Good luck. This is not an easy experiment. It is for those who want more connection, love, meaning and joy in their life, and this is always a risky affair. The trick is to know – whether the experience is a good one or bad one – that at least you tried. At least you were Daring Greatly.


The Work/Life Lab, Week #34 – Month-end Mindfulness: A New BFF In 7 Days

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Welcome to The Work/Life Lab: 52 Weeks of Daring Experiments To Shake Things Up and Learn More About Yourself At Work and Life

Experiment #34 – Month-end Mindfulness: A New BFF In 7 Days

The more I facilitate The Daring Way™ program with those brave women and men looking to live more wholeheartedly in their lives, the more I understand how much this one thing seems to be so lacking for each of us: self-kindness.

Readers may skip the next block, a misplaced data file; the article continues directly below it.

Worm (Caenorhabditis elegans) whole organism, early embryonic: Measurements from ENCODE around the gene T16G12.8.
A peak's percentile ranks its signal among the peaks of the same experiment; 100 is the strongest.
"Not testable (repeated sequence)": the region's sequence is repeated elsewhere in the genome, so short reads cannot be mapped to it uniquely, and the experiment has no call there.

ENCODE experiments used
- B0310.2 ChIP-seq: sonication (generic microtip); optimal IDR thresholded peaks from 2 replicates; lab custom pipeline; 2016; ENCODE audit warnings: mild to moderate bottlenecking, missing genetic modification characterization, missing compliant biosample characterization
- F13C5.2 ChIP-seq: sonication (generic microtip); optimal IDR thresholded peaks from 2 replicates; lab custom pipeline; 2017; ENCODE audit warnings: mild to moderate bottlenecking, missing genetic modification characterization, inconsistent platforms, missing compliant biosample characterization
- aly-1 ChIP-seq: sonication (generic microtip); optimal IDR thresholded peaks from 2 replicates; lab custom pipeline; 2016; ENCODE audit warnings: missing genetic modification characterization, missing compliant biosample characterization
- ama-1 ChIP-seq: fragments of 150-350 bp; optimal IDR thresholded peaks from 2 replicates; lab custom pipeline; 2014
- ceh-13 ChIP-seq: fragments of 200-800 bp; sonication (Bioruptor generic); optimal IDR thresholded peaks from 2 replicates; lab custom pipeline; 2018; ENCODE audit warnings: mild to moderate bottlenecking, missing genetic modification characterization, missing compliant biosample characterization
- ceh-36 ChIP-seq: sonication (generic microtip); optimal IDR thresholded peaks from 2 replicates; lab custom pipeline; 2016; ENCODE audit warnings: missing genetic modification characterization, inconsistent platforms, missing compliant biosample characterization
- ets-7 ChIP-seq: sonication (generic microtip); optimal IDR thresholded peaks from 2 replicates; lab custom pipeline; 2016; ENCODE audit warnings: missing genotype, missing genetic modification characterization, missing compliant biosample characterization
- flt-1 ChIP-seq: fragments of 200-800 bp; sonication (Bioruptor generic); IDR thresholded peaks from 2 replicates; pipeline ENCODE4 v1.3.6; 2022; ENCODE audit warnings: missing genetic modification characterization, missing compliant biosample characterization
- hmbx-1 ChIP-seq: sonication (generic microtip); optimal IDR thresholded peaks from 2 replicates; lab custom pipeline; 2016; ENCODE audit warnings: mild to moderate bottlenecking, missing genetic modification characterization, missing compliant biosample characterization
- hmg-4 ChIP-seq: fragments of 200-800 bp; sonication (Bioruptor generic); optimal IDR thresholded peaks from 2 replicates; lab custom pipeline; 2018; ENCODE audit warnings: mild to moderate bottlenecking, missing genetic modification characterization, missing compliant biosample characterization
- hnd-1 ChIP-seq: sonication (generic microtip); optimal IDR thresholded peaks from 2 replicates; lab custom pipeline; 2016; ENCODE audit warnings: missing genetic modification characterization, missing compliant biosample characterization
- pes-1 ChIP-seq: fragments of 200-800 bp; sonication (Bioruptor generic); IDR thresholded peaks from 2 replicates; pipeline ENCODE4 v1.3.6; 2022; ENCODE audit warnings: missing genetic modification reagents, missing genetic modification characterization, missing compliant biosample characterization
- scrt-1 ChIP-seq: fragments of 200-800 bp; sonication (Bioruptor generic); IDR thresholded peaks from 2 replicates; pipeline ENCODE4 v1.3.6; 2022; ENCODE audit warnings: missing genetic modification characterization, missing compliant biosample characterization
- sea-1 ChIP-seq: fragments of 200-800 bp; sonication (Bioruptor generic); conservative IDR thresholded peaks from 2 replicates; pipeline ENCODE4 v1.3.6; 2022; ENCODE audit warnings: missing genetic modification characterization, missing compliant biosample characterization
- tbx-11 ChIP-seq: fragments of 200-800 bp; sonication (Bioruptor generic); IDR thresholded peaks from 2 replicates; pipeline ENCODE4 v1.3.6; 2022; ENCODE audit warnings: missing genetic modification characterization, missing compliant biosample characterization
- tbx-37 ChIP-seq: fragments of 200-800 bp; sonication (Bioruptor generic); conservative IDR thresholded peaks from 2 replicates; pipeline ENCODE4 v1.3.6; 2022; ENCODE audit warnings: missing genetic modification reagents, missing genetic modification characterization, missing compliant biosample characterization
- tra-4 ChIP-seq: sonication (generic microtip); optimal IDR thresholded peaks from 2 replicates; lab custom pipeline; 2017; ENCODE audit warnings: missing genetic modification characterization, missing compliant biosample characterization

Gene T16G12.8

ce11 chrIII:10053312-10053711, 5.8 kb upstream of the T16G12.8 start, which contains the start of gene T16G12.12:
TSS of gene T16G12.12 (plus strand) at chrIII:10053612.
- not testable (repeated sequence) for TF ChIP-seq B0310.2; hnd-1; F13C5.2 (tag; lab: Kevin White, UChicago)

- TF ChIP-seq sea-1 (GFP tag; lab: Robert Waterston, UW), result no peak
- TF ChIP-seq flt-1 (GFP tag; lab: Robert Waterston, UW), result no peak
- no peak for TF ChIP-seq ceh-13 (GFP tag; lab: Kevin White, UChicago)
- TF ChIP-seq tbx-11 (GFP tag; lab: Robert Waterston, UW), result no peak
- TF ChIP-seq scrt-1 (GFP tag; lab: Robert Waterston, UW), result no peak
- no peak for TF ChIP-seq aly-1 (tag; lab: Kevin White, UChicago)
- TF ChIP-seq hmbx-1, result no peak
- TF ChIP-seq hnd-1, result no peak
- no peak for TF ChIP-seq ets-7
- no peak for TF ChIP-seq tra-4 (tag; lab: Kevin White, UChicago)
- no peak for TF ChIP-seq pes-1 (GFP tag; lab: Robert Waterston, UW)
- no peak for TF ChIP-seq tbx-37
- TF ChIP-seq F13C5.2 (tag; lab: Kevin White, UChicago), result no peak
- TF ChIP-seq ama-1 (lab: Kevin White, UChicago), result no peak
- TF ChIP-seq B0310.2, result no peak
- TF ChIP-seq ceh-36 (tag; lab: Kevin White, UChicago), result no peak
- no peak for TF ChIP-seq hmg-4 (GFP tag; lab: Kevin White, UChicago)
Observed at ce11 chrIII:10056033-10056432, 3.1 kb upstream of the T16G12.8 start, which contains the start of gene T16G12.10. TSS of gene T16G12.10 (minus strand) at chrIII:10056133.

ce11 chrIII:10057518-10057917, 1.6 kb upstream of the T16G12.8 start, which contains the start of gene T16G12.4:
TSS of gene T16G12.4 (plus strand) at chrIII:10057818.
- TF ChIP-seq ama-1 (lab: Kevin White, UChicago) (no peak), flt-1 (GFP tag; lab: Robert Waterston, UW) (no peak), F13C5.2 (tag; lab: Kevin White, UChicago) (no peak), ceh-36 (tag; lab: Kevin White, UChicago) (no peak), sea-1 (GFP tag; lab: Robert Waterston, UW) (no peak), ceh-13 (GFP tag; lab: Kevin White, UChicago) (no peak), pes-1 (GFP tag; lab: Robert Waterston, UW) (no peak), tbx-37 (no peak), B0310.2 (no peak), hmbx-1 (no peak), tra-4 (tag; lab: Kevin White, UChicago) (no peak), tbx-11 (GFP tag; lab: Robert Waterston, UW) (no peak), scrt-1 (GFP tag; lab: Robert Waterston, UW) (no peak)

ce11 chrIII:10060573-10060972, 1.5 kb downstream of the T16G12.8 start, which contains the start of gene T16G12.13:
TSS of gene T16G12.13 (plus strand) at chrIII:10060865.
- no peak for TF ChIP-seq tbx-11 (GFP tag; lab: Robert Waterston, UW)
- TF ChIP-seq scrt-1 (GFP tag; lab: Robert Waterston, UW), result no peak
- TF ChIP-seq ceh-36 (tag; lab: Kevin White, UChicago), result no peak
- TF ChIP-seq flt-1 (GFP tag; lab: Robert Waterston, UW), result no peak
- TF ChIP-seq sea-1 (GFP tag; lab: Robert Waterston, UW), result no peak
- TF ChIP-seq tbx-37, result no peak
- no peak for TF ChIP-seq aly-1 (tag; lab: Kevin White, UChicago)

Practicing self-compassion is a key path to living wholeheartedly. Brené Brown’s definition of wholehearted living is to engage in life from a place of worthiness, knowing that while we are imperfect and vulnerable and afraid, we are at the same time courageous beings who are worthy of love and belonging. Kristen Neff, a leading researcher on the topic of self-compassion, identifies three components of self compassion: self-kindness, common humanity and mindfulness. Of these three components, it is self-kindness that seems to stump most people. When people try to show themselves gestures and thoughts of genuine, life-affirming kindness (as opposed to superficial affirmations or self-comforting actions that spill over into numbing behaviours), there is a real struggle. It’s amazing that we can’t treat ourselves with the same tenderness, warmth and love that we so easily give to our spouses, children, family members or friends. When it comes time to give ourselves a little kindness, it feels fake. It feels indulgent or egotistical. Mostly, it feels undeserved.